CHICAGO — Just two years ago, Paul George’s Indiana Pacers were one of the NBA’s powerhouses, going toe-to-toe with the Big Three-era Miami Heat in two straight Eastern Conference Finals and posting the best record in the conference in 2014. A lot has changed since then. Forget the 2014-15 season, essentially a lost year because of George’s leg injury during a USA Basketball exhibition. Almost the entire roster has turned over — Roy Hibbert is gone, David West is gone, Lance Stephenson is gone, George Hill is gone. Head coach Frank Vogel was let go at the end of the 2015-16 season and longtime Pacers assistant Nate McMillan was elevated by team president Larry Bird to replace him.
Despite all that change, George feels good about the direction of his team. Speaking at a recent Summer of Jeep event in Chicago, celebrating the brand’s partnership with USA Basketball, George was optimistic about the changes.
“I feel good,” George told ProBasketballTalk. “Larry has put it on display that he wants to get us back to the Eastern Conference [playoffs], see where we can take it from there.”
The roster will be much different from the last time the Pacers were a serious playoff contender. This summer, Bird reshaped the roster, trading Hill for Hawks point guard Jeff Teague and acquiring veteran forward Thaddeus Young from Brooklyn. The Pacers also signed big man Al Jefferson to a three-year, $30 million deal as a bench scorer in the frontcourt.
But the biggest change is the hire of McMillan. When he announced that Vogel would not be retained, Bird stated that he wanted the Pacers to play a faster, more dynamic style. It made the choice of a successor an odd one — in his seven seasons as head coach of the Portland Trail Blazers, McMillan’s teams typically finished at or near the bottom of the league in pace.
George, however, has known McMillan for three years and has no concerns about his ability to adapt to the modern NBA style.
“Back then, [McMillan] coached to what his team’s style was,” George said. “You had Brandon Roy who was one of the best guards at the time, LaMarcus Aldridge who was young and was a post player trying to find his way, so he kind of tailored that team towards them. I don’t think he’s going to look at it as, how he coached the Trail Blazers. He’s going to coach this team for this team.”
The biggest on-court change from last year to this one for the Pacers will be at the point guard position. Hill, who was traded to Utah in a three-team deal, was a steady two-way presence at the point, while Teague is more of an attacker. George believes he can thrive with his new teammate.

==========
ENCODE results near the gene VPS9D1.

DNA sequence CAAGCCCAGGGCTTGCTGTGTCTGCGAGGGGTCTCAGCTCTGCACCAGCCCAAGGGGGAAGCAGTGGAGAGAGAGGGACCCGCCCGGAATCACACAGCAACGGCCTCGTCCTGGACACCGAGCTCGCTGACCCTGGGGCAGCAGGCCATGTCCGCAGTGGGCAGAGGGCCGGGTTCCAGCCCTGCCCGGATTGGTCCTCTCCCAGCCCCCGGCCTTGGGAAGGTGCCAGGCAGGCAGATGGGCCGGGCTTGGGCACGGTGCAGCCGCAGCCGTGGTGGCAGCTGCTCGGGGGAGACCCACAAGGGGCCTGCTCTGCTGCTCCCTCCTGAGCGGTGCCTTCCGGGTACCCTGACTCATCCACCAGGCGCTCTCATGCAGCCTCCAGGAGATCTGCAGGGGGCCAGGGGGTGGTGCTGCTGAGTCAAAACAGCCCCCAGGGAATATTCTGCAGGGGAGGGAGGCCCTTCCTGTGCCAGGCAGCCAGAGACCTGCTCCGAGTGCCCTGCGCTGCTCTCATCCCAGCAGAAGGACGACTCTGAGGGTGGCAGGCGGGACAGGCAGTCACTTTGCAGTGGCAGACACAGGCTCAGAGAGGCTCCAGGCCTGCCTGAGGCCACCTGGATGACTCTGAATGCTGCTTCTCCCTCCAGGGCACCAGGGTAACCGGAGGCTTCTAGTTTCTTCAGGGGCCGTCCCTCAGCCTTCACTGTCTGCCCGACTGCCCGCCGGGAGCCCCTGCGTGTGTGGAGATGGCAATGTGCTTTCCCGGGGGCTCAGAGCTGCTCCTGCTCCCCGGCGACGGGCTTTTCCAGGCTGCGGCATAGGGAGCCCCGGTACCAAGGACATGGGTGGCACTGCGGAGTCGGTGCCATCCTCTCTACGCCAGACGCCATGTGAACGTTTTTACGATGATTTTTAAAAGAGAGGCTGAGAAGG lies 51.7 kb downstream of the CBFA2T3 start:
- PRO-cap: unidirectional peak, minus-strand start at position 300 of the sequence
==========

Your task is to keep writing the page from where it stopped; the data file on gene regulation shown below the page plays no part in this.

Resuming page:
“What makes Jeff so great is his ability to attack the basket,” George said. “That opens up the game so much more for me and allows me to be a spacer. I’m looking forward to that, looking forward to making him an All-Star.”
This summer, while training with Team USA in Las Vegas ahead of the Rio Olympics, George got to spend some quality time with one of his most promising young teammates. 2015 lottery pick Myles Turner, who was one of the surprise standouts of last year’s rookie class, was on the USA Basketball Select team, which was mostly comprised of up-and-coming players and scrimmaged against the Olympic team in training camp. Turner showed flashes in his rookie season of long-term potential as a starting-quality center, and George was impressed with what he saw in Vegas.
“The thing I’ve noticed most is the way his body has shaped up,” George said. “He’s gotten more size, gotten more athletic. He’s starting to grow into his body. You have to remember the kid is still 19, 20 years old. He’s still going to have some growth, he’s still figuring out his body, his mechanics. But he’s been great so far.”
In the meantime, George has a gold medal to chase in Rio with Team USA. It’s a big deal for him, personally, because of the leg injury he suffered during his last stint with the national team, but that’s something he wants to move past. The thing he loves the most about the current group competing in Brazil is the camaraderie.
“It’s been a blast being around these guys,” George said. “Everybody has something different that they’re bringing to the table. A whole bunch of characters. It’s fun. We all enjoy each other, we all share the same interests. A lot of guys on the team say this is one of the closest teams they’ve ever played on.”